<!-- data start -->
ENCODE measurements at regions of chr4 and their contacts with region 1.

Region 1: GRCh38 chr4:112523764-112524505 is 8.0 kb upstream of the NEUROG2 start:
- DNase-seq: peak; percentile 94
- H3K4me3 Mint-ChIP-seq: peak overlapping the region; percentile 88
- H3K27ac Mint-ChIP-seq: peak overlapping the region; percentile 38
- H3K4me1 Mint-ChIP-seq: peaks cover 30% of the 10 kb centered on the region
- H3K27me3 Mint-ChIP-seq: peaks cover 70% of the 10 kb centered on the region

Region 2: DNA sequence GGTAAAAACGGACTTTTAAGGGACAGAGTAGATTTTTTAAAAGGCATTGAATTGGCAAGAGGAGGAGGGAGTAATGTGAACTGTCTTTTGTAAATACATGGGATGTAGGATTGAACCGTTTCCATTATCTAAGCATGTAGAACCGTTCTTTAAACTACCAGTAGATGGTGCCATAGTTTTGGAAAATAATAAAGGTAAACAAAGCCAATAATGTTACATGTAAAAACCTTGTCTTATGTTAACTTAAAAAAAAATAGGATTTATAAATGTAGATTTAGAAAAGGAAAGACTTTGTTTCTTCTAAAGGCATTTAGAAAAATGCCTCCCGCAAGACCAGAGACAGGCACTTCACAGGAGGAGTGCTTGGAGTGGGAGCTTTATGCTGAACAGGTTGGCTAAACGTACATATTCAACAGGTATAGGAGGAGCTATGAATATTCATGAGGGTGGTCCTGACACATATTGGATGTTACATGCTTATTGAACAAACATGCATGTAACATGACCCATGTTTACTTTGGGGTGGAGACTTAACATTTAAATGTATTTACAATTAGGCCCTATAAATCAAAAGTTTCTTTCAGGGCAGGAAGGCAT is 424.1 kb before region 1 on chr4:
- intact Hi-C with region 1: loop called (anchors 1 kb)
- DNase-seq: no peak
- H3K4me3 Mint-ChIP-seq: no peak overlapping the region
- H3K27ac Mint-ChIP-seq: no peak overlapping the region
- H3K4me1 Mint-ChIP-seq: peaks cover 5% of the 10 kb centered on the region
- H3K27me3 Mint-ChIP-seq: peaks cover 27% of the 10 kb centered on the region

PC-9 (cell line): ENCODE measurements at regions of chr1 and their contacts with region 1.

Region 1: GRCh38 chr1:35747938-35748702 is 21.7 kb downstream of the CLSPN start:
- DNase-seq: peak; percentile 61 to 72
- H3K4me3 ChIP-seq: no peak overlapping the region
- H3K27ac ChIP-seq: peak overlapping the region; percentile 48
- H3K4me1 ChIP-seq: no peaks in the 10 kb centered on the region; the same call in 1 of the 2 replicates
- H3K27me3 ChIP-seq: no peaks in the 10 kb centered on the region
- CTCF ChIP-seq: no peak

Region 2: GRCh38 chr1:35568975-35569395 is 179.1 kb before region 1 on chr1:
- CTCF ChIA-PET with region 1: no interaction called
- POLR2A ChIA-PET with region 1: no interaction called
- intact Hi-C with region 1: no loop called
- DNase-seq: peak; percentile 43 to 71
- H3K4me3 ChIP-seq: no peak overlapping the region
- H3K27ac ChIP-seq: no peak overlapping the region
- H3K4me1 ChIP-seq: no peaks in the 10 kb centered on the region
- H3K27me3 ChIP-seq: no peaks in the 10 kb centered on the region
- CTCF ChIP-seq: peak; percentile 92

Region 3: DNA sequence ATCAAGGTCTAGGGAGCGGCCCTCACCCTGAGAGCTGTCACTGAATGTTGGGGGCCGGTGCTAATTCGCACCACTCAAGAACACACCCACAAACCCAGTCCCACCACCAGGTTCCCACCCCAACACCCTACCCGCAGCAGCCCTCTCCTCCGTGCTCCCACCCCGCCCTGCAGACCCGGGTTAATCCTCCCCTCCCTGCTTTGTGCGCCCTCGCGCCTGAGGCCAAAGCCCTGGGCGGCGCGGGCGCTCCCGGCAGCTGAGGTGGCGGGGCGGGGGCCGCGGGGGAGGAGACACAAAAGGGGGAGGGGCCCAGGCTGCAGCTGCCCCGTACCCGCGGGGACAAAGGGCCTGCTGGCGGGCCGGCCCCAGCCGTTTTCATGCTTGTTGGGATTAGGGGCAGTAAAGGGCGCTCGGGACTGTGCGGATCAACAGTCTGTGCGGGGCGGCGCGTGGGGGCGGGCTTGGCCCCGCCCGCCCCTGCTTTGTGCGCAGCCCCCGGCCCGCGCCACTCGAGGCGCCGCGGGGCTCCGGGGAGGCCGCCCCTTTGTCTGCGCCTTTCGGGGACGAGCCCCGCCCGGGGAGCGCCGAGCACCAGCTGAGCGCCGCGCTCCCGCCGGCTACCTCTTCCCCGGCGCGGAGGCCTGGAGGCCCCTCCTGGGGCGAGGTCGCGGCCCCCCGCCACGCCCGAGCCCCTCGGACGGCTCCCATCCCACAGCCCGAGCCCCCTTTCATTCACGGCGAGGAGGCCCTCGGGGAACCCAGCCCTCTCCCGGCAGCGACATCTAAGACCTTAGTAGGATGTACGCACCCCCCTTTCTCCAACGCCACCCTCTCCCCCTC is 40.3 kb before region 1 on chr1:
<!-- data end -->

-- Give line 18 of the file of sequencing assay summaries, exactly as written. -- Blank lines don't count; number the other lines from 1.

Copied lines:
- H3K4me3 ChIP-seq: no peak overlapping the region